1. The most important quality that adoptive parents have is their desire to be parents. What are your thoughts about wanting to parent adoptive children? 2. If you have a partner, what does your partner say about wanting to be a parent? Are you satisfied that you both want to be parents? What kinds of issues have you talked over with your partner? 3. Parenting entails giving up some things that are important to you. What do you think you may have to give up? What do you think will make it worthwhile if you do have to give up some things? How can you ensure that you keep up with activities and interests that are important to you? 4. Parenting may bring you heartache as well as rewards. What kinds of heartache might parenting bring? What rewards do you anticipate? 5. Parenting can bring up strong emotions and memories in you. Some are pleasant and some are painful. What positive emotions and memories do you think you’ll have when children come into your home? What painful emotions and memories might come back? Do you have a plan for how you will handle these emotions and memories? If yes, what is your plan? 6. Do you think that the children you will adopt will be your children? What are your thoughts about how this will work for you? 7. Parents who have troubled relationships with their own parents can still parent effectively. To do so, they must be able to talk about and think about their own parents without becoming emotional and agitated, or without thinking it doesn’t matter. What kind of relationship do you have with your own parents now? When you were growing up?
1. Adoption is a commitment you make for life. What might happen with a child that you adopt that could make you wish the commitment is not life-long? Do you anticipate that this commitment will change as the child grows older? What are your expectations in this regard? 2. Do you understand that adopting children entails risks and that there are no guarantees about how the children will turn out, just as there are no guarantees how biological children will turn out? Can you talk about what might be the possible ways that children turn out? 3. Children who are adopted sometimes require help in handling the harsh realities in their lives, such as separations and losses in their biological families. What kinds of behaviors might children have when they are dealing with these harsh realities? What kinds of things might children say? What might they want? How would you respond to some of the issues that children bring with them? 4. If you have a partner, your partner should have a commitment to parenting that is like yours. Can you give some examples of how you see your partner’s commitment? 5. Sometimes new information about the children comes to light after the children are placed in your home. Do you think you will be able to accept an adopted child or children if you find out that s/he had experienced traumas that you had not known about previously? How about that the child/ren lived in crack houses or meth labs? Please discuss how you think you would respond to this new information.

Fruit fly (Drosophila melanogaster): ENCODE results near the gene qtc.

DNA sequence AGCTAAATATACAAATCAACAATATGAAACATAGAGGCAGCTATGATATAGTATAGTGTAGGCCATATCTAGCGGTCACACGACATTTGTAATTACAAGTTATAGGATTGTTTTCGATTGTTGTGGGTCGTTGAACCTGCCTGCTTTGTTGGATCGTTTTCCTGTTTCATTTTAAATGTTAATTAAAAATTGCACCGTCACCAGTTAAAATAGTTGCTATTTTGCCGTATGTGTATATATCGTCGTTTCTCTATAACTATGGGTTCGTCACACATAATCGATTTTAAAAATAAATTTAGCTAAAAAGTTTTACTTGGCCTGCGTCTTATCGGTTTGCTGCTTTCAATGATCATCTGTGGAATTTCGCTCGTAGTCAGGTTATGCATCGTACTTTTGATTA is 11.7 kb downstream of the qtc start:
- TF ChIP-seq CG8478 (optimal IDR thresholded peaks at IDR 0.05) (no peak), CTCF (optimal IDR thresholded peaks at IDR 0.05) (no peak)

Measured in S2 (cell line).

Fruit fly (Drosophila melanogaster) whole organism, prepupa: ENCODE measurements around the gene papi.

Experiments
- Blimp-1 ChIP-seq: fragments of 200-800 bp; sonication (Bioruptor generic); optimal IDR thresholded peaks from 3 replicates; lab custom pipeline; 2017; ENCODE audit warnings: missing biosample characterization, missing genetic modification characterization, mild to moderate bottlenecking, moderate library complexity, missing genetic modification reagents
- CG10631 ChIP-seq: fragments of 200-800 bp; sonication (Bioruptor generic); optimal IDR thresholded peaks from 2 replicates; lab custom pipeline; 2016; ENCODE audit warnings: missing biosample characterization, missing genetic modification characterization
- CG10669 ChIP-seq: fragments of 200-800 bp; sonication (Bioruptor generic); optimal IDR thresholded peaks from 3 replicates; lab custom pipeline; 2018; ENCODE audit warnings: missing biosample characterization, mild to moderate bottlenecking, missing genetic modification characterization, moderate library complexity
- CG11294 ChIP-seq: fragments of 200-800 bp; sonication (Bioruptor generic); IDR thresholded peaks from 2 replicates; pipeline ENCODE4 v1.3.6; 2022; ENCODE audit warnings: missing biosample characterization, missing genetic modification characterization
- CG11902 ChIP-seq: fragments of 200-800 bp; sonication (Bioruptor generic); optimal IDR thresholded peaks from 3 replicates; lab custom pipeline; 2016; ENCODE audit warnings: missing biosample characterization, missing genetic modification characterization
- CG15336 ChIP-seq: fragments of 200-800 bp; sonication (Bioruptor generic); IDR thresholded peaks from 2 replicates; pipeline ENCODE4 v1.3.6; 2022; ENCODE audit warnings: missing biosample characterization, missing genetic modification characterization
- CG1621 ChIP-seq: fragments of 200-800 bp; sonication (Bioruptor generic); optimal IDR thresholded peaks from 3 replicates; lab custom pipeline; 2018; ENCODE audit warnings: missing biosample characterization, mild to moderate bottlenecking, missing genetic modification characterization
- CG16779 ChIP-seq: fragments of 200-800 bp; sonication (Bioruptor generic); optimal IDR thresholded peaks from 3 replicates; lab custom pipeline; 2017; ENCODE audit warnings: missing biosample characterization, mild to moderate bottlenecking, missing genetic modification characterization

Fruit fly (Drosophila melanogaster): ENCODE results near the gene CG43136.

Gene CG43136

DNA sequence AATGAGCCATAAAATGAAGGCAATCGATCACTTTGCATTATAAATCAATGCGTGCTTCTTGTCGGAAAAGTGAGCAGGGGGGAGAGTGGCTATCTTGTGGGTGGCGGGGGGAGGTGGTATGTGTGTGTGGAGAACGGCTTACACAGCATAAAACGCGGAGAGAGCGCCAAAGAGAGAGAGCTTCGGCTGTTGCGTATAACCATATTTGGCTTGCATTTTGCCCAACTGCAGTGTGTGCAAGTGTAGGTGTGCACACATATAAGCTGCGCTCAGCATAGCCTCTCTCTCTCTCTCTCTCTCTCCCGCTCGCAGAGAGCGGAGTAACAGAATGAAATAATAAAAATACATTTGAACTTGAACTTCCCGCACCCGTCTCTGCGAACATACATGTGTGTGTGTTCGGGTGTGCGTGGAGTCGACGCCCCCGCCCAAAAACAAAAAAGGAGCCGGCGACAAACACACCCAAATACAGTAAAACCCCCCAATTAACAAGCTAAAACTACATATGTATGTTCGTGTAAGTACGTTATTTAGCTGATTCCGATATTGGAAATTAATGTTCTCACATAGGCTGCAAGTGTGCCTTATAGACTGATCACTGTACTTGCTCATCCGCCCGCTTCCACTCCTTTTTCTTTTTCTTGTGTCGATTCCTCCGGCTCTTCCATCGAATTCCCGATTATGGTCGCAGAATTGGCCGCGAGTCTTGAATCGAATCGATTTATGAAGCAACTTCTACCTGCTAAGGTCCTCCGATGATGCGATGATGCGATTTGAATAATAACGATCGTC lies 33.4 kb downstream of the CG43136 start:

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Willingness to Learn about Children’s Needs
1. Parenting adopted children with special needs requires a lot of knowledge. Are you willing to attend workshops and trainings on the issues that the children you adopt may have, such as attachment issues, fetal alcohol syndrome and effects, and behavioral issues? What do you think you will get out of these trainings? 2. Adoptive parenting is easier if you can be realistic about how past experiences have affected your children. What kinds of positive experiences do you think your children will have had before they move into your home? How about negative experiences? 3. Children who are eligible for adoption have strengths. In other words, they have shown that they can cope with, adapt to, and overcome negative experiences. What are some of the strengths that the children may have? How will you find out if they have them?
1. Children need clear, fair, and consistent limits and rules in order to feel loved and safe. What are some limits and rules you might have for your child at a particular age? Under what conditions can you be flexible in setting and enforcing rules? 2. Children need clear and fair expectations so they know what you expect of them. What expectations might you have for your children at different ages? 3. Can you give your children age-appropriate explanations for the limits, rules and expectations you have for them? Please share some examples. 4. Children need to have choices in order to feel some power in decisions that are being made. What kinds of choices would you give your children? 5. Parents need to set clear and fair consequences when children misbehave and they need to follow through on those consequences. What are some consequences for children of different ages? 6. Children, as members of the family, should have age-appropriate responsibilities, such as chores around the house and yard. What are some chores you would have for your children at various ages? 7. Children need a high degree of affection, both through touching and words. How comfortable are you at expressing your affection in both of those ways? 8. Children need to be praised for respecting limits and for other positive behaviors. Can you think of a situation where you could praise your children for respecting limits? 9. A great deal of parenting entails teaching children how to express their emotions and how to get along with other people. What would you say to your children about expressing emotions? What other ways could you show them how to express their emotions?